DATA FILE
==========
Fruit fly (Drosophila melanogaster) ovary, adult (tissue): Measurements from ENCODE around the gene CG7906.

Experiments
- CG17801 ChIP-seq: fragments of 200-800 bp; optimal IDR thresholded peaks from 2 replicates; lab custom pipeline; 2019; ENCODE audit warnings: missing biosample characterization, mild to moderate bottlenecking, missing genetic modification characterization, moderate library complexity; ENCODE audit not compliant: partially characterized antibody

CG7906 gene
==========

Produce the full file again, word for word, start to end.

Fruit fly (Drosophila melanogaster) ovary, adult (tissue): Measurements from ENCODE around the gene CG7906.

Experiments
- CG17801 ChIP-seq: fragments of 200-800 bp; optimal IDR thresholded peaks from 2 replicates; lab custom pipeline; 2019; ENCODE audit warnings: missing biosample characterization, mild to moderate bottlenecking, missing genetic modification characterization, moderate library complexity; ENCODE audit not compliant: partially characterized antibody

CG7906 gene